Included on this disc is Franju's notorious short subject The Blood of Beasts, a sly documentary about two Paris slaughterhouses that made his reputation as a shocking filmmaker. Anyone who eats meat needs to see this; on a literal level it rubs our complacent noses in the daily carnage that supports our way of life. On the other hand, Franju's completely neutral point of view again abstains from presenting a direct message, allowing the reality presented to bring forth suppressed thoughts. As with Eyes Without a Face, the reduction of mass killing into a mundane and orderly routine conjures nightmare visions of concentration camps, if only because our mental tendency is to compartmentalize similar horrors together.
The disc has a couple of short Franju interviews that repeat some of the same stories he already gave in print. One of them is given on a demeaning 'mad lab' TV set with bubbling colored liquids and a costumed horror host. Better is a 'two authors at home' short subject called Grandfathers of Crime about the genial gallic thriller team of Boileau-Narcejac. Of special interest to horror fans are a wide selection of international ad artwork and the beautiful stills that accompanied the original release.
There's also a wonderfully abstract original French trailer (that seems to be textless?) and the impossibly exploitative Lopert trailer for The Horror Chamber of Dr. Faustus / The Manster double bill. Unlike the teasing French coming attraction that barely shows an image of Christiane, the Lopert mishmosh splashes garish text across the screen and announces that a reviewer likened the classic film to "Tennesee Williams in one of his more abnormal moods." It samples every gory scene and misidentifies Edith Scob as Juliette Mayniel. 6
The neatly designed insert features two short essays by Patrick McGrath and the esteemed David Kalat. There can't be enough written about this movie. The disc was produced by Curtis Tsui. Just as some genre fans were disappointed a few months ago to discover that the almost sedate thrills of Mill of the Stone Women didn't add up to a contemporary action-packed horror film experience, there will doubtlessly be many curious fans who will check out Eyes Without a Face and ask what the big deal is. The deliberately paced film concerns itself with contemplating horror more than dishing it out by the bucketful. But viewers tired of cookie-cutter horror films, who respond to magical masterpieces like Beauty and the Beast will be amply rewarded here. Part of the appeal for Savant of Eyes Without a Face was the inability to see it in a decent version for so many years, but it's far, far too good to be just a cult film.
On a scale of Excellent, Good, Fair, and Poor,
Eyes Without a Face rates:
1. At a Filmex 1980 screening where
the majority of the packed Fairfax theater seemed to have no foreknowledge of the film, the audience was
irritated and surly until Edna was chloroformed. Genessier throws the cloth into the fireplace and it bursts
into flame, and the whole house went nuts with approval. From then on Franju had them in his pocket.
2. The bizarre fact is that although the surgery scene no longer holds up to
modern standards of gore, today's doctors are contemplating doing the exact kind of procedure. With no mention of
Franju's movie, two illustrated articles in last November's LA TIMES outlined an identical heterograft procedure.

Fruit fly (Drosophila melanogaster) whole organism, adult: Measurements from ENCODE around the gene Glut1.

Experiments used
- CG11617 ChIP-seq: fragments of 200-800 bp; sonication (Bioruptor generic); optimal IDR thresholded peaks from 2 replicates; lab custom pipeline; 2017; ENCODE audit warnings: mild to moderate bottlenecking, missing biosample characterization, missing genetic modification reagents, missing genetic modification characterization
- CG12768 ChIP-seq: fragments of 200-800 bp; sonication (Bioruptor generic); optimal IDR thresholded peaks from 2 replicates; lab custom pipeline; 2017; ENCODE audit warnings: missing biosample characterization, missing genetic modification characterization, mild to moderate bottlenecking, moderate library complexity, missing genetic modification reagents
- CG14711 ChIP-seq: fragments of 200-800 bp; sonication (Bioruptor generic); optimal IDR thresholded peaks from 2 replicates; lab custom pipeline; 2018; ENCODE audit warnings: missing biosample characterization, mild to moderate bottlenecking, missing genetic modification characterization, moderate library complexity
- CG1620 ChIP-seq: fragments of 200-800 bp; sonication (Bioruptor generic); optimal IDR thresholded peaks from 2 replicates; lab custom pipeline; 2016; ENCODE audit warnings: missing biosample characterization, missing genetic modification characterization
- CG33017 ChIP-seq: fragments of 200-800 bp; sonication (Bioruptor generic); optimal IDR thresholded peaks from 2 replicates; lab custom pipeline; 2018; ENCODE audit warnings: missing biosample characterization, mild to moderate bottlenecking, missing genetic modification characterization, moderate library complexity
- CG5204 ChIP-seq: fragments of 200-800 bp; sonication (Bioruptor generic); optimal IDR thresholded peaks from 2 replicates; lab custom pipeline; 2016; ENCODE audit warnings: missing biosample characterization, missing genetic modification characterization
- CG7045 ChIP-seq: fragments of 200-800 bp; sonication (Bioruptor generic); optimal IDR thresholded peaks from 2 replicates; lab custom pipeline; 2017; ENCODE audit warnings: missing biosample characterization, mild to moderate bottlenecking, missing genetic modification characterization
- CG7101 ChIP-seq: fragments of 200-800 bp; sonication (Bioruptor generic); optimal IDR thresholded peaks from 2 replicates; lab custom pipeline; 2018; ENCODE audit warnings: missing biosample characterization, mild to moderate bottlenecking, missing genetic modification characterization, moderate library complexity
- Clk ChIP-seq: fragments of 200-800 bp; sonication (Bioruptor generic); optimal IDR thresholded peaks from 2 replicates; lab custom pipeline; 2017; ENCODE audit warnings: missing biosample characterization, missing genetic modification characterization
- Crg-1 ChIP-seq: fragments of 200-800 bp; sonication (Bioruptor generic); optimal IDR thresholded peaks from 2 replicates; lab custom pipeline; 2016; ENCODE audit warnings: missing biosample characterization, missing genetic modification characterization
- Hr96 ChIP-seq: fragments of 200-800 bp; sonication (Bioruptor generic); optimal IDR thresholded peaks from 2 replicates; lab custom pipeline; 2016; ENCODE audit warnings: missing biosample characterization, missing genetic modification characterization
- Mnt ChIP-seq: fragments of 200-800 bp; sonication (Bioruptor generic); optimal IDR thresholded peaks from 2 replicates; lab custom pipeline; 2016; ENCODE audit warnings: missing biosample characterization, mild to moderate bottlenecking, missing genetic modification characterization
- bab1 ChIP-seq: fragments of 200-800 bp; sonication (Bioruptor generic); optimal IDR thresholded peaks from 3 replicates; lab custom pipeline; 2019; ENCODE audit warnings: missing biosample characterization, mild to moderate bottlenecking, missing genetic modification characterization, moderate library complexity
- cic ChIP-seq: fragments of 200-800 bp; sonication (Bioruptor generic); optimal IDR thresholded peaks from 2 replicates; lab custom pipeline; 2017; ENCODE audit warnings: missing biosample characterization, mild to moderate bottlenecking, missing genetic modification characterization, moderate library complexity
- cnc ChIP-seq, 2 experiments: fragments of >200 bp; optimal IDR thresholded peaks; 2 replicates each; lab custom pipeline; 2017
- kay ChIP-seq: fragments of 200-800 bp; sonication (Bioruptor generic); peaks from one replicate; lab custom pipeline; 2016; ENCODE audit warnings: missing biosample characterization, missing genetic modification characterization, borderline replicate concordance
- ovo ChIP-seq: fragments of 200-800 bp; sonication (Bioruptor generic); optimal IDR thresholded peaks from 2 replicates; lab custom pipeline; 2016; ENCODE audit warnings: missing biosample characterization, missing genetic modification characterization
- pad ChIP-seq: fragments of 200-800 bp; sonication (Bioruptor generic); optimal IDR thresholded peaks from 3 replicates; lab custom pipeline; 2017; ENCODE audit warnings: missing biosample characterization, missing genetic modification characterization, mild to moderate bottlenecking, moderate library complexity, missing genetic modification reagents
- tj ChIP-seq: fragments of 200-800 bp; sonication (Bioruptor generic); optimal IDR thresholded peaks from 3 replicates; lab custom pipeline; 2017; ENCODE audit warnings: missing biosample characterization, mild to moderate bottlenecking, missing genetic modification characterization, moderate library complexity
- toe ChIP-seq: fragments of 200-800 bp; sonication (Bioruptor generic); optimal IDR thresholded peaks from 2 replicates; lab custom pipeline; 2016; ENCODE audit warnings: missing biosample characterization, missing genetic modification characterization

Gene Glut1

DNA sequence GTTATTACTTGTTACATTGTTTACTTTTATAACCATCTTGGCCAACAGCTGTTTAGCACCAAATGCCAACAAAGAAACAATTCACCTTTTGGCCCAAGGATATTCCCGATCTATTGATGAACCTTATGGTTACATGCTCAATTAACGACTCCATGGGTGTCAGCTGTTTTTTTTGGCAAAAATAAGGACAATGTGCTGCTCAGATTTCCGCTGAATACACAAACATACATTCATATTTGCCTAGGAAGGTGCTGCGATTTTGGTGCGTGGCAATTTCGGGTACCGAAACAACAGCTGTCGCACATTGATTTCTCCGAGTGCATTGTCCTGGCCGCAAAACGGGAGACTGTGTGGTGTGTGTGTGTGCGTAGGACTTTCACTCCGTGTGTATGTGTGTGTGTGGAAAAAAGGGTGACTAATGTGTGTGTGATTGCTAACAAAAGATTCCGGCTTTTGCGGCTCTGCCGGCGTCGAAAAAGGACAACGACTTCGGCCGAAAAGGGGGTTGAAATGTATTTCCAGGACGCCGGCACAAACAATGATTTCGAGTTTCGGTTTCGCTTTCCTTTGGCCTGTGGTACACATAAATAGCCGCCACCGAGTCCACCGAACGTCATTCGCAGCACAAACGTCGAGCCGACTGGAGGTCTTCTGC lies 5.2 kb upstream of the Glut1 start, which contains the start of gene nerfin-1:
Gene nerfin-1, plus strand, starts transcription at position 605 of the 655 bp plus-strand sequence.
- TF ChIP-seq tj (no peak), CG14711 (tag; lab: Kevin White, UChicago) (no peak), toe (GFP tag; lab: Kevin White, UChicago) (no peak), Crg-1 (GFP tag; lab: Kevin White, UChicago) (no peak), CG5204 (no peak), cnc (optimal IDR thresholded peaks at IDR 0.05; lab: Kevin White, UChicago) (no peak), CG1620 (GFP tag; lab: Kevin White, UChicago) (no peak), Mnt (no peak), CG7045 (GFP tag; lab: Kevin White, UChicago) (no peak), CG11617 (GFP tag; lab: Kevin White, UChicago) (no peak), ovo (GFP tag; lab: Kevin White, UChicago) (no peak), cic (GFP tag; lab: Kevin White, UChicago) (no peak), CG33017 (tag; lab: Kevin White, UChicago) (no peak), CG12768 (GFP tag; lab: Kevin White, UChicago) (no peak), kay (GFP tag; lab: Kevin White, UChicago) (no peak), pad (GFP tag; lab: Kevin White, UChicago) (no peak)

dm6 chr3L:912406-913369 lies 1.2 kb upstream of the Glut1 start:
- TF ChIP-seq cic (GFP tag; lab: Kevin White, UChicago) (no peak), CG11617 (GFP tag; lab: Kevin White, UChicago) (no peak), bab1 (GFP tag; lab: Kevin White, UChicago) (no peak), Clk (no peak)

Are they going to enlist face donors the way they do organ donors? Will third world families sell their
daughters' faces the way they already do kidneys? Will we see a movie called Dirty Pretty Faces?
3. The Liz Taylor film Ash Wednesday has two sequences showing real cosmetic
surgery in Technicolor closeup ... the scenes overpower the soap-opera story in between. Plastic surgeons
who take on the challenge of facelifts for famous stars and millionaires are a coddled and incredibly well-rewarded
select group; I once saw a 60 Minutes interview with a French specialist who learned his craft patching
together war wounded. He was impossibly puffed-up and self-important and regaled the interviewer with stories
of his unique talents and techniques. When it comes to a surgeon, we want someone so skilled that our particular
problems are his routine miracles ... but this guy looked like a Génessier in the making.
4. Without elaborating, I'll say that my take on the film is essentially political.
Genessier is like Harry Lime, a self-appointed elitist with the opportunity to 'spend' the lives of others to
suit his purposes.
5. Mainly because (a) Franju is not selling the gore as his main entertainment, and (2)
he has the courage of his convictions. Savant edited two low-budget horror pictures and one was a sleazy film
about a devil worshipper with a secret torture chamber. The director approved the exploitative script and hired a
willing actress to be trussed up in explicit bondage paraphernalia, tortured and slaughtered. The movie had
little going for it and was going to get a punitive rating anyway, so I tried for weeks to get him to keep
the sequence as rough as we could make it. I finally found out that the director hadn't thought about the movie
enough to realize how sleazy it was. He'd keep taking VHS copies home to his wife, who hit the ceiling each time.
No matter what reasoning I used, he talked himself into thinking he was making a 'nice' movie and had me cut
most of the nastiness out. So the movie turned out to be a hypocritical mess.
6. I'm proud to be listed in the 'thanks' list for this disc; I remembered that film
collector Mike Heenan in Phoenix had the rare Faustus/Manster trailer and got him in touch with the people
at Criterion. Put me down as an ordinary movie fan, plain and simple.